Major bus network reforms to begin within three months

Under the plan, the ministry will partner with owners to form a single association or company to manage the sector, ending competition between owners and effectively bringing it under state control.

The plan would see old buses removed from the roads and staff paid a salary rather than incentives. Each bus owner would receive a dividend based on the number of vehicles they owned that were used by the new entity, which advocates say will improve service on less profitable routes.

Ministry adviser U Mg Aung said the first steps toward establishing the program would begin within three months. Other strategies include introducing school buses for downtown Yangon high schools and improved access to car parking.

The three programs were developed at “Convenience for Public Transportation” workshops held on November 1 and December 2.

More than 80 percent of Yangon’s population of 5.4 million relies on buses for transportation. However, the system is poorly coordinated, with 6500 buses owned by more than 5000 individuals servicing about 360 routes.

The Ministry of Commerce will offer incentives to owners to replace their second-hand buses with new vehicles, U Mg Aung said, while those not already in the sector will also be invited to invest with the new entity.

The PPP will require parliamentary approval of a law laying out a framework for the program and the allocation of necessary funding, he said, adding that the government may cover some of the cost of replacing old vehicles.

“We will not use old cars. We estimate each new bus will cost about US$150, 000 but will hold discussions with owners to identify the best way to implement the system so that everyone benefits.”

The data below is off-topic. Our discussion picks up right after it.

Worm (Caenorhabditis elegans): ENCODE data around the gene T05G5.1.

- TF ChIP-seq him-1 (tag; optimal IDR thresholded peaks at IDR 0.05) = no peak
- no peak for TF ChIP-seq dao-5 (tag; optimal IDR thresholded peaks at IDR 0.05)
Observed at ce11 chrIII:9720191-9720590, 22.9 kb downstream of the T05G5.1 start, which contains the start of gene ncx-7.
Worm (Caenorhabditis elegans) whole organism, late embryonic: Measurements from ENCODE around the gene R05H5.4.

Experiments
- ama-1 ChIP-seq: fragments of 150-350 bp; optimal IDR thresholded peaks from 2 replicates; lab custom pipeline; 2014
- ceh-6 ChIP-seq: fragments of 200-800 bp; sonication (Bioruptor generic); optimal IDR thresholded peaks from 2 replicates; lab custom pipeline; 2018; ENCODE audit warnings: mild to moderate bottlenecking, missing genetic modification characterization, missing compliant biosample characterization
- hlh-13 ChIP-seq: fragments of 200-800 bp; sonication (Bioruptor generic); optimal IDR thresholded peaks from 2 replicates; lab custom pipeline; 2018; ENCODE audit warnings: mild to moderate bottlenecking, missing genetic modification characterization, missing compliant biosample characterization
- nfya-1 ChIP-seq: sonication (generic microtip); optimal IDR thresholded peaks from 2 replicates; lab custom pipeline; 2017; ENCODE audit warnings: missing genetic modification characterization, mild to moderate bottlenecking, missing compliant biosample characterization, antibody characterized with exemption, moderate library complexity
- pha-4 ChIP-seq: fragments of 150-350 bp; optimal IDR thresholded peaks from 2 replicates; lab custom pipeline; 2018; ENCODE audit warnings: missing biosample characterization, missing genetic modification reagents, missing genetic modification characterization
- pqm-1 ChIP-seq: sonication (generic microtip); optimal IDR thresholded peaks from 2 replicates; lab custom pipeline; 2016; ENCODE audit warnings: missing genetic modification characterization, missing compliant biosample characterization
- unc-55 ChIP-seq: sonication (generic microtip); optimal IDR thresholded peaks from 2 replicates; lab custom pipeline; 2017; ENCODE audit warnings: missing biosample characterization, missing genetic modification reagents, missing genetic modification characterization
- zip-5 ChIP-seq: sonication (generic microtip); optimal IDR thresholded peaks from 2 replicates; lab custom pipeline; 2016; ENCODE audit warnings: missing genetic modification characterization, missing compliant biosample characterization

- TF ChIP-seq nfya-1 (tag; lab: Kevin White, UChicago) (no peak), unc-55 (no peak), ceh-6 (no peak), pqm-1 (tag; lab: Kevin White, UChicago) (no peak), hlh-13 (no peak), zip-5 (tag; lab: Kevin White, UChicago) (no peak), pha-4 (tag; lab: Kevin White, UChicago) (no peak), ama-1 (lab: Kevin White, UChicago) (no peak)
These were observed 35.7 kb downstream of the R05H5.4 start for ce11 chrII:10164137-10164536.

U Mg Aung said participants at the workshops agreed that the bus system’s main problem was the financial incentives for workers to take as many passengers as possible.

Rather than receive a salary, the driver and conductor pay a set fee to the owner and they keep the profit made after the fee is recouped.

“The buses compete with and bully each other. If the PPP system is established and the bus workers get a guaranteed income, the problem will be solved. The buses can run on time and there will be fewer traffic jams,” U Mg Aung added.

U Hla Aung, chair of the Yangon Region Supervisory Committee for Motor Vehicles, said he supported the move toward greater government involvement in the public transport system.

“We want the government to cooperate so that we can carry it out as soon as possible,” he said.

He added that the PPP model would encourage owners to cooperate rather than compete.

“All buses will be owned by all owners … and they will get a fair income,” he said.

U Myo Win, who owns seven buses on the No 31 line, said he also welcomed the system. He and his family owned 7 buses in total.

“But to be successful there needs to be a law and bus workers need to get paid enough,” he said. “The government must make sure both of these needs are met.”


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